Following the incident, Mnet announced steps taken to prevent such controversies in future, through requests to respective agencies and also the production team’s attention towards participants. Despite this call to action coming out after Seobin’s controversy, he is far from the only trainee to have inspired it. On Season 2 of Produce 101, The Vibe Entertainment trainee Ha Minho was similarly removed from the show due to a former classmate’s accusations that he had harassed her and others in middle school, and the leaking of screenshotted sexually suggestive conversations he was having with underage fans.
Beyond the Produce 101 sphere, other survival shows like Boys24 and Idol School have been caught up in these scandals as well. On Boys24, finalist Jin Sungho left the first promotional unit after allegations arose online of him violently attacking and sexually harassing classmates. CJ E&M and Liveworks Company released a statement verifying that the allegations were true and that Sungho would be voluntarily leaving the first unit, but not the company. He later went on win a spot as a finalist, but decided to leave the group again, citing a “different musical point of view”.
Meanwhile on Idol School, trainees Shin Sia, Som Hein, and Lee Chaeyoung were all accused of being school bullies while on the show. Som Hein was the only trainee to leave, but her company claimed that it was due to her struggling with anorexia. Mnet’s investigation found that Chaeyoung was mistaken for another classmate, and neither Shin Sia nor her company ever addressed the issue publicly.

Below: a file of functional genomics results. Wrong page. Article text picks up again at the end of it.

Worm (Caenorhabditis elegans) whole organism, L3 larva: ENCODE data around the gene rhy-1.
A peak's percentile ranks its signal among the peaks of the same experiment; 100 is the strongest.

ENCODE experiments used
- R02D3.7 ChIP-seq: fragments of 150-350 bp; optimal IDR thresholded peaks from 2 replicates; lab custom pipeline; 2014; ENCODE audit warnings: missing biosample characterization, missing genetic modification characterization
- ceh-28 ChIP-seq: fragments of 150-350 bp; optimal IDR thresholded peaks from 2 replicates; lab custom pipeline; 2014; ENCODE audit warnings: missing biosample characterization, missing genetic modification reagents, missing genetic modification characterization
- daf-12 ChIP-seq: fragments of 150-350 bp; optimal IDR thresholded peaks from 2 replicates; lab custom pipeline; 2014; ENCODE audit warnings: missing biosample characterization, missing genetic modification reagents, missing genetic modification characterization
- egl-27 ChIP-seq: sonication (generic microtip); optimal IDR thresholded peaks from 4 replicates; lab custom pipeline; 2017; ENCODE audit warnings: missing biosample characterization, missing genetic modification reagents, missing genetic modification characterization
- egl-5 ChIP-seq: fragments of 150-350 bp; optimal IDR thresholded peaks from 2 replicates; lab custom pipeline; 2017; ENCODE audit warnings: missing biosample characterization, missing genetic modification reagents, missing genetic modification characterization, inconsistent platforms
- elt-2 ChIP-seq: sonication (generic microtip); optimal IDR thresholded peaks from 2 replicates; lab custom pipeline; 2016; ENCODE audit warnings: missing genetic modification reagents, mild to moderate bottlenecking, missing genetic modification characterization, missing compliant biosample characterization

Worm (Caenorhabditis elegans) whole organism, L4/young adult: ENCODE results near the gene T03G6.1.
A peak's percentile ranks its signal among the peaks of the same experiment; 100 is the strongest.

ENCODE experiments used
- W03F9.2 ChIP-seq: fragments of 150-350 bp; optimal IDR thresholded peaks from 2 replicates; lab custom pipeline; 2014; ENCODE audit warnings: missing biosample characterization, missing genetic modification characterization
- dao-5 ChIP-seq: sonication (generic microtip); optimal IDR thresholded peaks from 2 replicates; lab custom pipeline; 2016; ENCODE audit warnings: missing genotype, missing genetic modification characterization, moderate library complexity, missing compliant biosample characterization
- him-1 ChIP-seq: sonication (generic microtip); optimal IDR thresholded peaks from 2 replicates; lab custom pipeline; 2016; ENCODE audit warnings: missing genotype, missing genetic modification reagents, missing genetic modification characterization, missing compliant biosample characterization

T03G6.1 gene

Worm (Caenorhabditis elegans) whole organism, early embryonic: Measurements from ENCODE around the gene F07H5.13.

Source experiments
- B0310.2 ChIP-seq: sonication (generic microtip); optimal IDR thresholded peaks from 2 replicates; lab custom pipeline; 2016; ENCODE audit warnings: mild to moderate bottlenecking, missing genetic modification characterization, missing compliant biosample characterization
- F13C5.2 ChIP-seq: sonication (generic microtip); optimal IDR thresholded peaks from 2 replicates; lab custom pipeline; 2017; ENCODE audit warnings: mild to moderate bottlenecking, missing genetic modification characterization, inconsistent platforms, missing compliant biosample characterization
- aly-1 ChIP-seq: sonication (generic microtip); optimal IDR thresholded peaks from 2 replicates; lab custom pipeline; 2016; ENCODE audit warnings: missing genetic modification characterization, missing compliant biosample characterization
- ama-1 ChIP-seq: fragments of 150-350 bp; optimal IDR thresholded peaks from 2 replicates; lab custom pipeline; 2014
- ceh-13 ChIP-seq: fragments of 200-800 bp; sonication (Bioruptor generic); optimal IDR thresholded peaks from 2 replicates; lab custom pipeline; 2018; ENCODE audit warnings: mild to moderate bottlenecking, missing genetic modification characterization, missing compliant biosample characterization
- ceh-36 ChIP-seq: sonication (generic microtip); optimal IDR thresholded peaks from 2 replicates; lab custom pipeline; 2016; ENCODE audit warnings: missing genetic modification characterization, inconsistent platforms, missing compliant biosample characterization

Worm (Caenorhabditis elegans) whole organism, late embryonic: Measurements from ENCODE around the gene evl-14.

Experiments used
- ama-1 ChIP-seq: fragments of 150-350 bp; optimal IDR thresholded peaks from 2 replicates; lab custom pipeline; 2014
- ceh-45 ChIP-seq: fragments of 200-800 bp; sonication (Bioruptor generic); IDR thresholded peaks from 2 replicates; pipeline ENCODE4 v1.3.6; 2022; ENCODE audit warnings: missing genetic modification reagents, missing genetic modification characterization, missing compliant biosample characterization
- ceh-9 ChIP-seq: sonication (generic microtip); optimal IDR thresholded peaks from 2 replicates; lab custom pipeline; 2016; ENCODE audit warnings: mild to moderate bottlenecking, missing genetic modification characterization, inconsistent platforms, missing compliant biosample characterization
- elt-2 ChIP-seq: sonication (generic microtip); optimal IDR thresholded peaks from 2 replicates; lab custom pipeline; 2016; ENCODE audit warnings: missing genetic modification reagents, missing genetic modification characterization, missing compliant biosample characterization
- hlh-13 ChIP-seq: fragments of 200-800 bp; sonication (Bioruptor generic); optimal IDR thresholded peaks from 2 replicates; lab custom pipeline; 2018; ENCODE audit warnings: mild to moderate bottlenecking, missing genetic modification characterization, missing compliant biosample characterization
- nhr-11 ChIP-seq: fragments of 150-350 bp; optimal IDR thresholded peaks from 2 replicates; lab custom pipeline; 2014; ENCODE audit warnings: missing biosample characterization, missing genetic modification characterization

The similarities between these cases are too glaring to ignore. For such sordid details of one’s past to go unchecked by their label and the TV production company for so long signals gross oversight from everyone involved. While it’s refreshing to see the problematic members investigated and removed from the program in some cases, it’s a problem that should have never gotten to this point in the first place. The trainee is responsible for being honest with their past and, if they neglect do so, the onus is on their company to better screen who they let in.
Putting aside the fact that these trainees are taking spots away from more deserving counterparts, preparing them for the career of an idol could potentially put future fans and group members at risk. Ha Minho, who used to sexually harass his ex-girlfriend in middle school, went on to try engaging in sexual activity with young female fans while on the show. Due to negligence on his company and Mnet’s part, young fans were put at real risk over something that more careful screening could have prevented entirely.